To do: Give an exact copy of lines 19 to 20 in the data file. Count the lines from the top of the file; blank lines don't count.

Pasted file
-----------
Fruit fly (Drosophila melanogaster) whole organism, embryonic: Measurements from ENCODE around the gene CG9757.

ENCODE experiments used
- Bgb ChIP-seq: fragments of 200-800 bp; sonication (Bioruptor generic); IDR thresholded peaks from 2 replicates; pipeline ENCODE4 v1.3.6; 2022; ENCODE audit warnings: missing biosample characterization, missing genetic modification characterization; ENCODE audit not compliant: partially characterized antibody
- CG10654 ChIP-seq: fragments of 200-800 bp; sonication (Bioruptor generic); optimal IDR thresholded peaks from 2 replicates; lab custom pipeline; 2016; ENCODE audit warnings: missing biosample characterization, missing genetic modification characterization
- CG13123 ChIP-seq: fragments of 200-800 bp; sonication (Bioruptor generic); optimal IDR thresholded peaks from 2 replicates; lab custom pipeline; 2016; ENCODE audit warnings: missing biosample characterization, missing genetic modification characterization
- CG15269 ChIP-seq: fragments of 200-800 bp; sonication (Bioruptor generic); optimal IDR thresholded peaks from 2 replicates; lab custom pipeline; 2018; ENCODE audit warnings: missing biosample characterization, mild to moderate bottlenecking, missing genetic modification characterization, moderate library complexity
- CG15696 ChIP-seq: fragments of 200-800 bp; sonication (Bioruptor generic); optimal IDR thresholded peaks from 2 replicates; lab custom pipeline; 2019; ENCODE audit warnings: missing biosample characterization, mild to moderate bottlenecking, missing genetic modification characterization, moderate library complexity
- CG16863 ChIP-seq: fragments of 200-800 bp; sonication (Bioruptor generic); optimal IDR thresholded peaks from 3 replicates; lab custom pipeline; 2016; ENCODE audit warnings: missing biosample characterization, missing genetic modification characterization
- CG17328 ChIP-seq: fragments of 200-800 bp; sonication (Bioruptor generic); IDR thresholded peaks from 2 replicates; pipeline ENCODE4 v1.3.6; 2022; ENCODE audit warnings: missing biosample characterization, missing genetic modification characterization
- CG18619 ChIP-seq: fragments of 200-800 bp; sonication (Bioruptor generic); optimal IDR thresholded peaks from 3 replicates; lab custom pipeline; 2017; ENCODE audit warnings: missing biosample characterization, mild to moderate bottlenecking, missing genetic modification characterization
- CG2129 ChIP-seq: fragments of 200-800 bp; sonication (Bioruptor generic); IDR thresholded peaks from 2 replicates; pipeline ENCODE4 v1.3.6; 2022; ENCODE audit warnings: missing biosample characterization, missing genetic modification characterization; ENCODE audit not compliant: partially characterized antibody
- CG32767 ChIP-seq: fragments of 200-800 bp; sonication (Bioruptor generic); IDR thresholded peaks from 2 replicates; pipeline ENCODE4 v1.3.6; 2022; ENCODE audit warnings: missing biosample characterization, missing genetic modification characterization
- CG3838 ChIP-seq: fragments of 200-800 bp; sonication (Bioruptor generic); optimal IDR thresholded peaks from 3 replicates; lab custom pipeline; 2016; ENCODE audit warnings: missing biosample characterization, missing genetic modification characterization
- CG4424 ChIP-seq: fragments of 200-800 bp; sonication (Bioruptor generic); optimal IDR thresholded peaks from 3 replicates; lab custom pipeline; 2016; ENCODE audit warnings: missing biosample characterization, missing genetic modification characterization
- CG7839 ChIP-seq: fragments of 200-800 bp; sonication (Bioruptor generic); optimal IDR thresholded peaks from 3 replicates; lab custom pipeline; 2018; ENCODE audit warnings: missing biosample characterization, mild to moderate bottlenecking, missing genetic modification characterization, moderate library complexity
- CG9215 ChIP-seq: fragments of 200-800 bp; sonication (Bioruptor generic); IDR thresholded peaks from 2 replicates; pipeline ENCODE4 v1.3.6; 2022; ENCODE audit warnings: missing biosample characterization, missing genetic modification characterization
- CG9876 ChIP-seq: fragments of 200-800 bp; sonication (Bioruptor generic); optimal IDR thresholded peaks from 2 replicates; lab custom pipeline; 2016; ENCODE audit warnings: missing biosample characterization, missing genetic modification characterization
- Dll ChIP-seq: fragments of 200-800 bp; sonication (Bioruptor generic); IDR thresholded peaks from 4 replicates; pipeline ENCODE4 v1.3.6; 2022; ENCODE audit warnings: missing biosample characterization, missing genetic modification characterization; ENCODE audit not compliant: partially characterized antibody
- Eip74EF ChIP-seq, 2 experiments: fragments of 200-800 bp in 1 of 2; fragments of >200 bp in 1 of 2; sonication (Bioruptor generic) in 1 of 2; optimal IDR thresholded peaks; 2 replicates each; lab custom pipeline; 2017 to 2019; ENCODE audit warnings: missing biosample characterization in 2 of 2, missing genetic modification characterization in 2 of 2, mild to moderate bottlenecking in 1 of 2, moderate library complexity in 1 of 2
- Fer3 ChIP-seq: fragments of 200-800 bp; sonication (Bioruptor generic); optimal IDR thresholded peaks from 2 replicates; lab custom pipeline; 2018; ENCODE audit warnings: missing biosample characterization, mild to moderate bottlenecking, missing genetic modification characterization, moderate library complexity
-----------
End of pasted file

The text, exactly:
- Eip74EF ChIP-seq, 2 experiments: fragments of 200-800 bp in 1 of 2; fragments of >200 bp in 1 of 2; sonication (Bioruptor generic) in 1 of 2; optimal IDR thresholded peaks; 2 replicates each; lab custom pipeline; 2017 to 2019; ENCODE audit warnings: missing biosample characterization in 2 of 2, missing genetic modification characterization in 2 of 2, mild to moderate bottlenecking in 1 of 2, moderate library complexity in 1 of 2
- Fer3 ChIP-seq: fragments of 200-800 bp; sonication (Bioruptor generic); optimal IDR thresholded peaks from 2 replicates; lab custom pipeline; 2018; ENCODE audit warnings: missing biosample characterization, mild to moderate bottlenecking, missing genetic modification characterization, moderate library complexity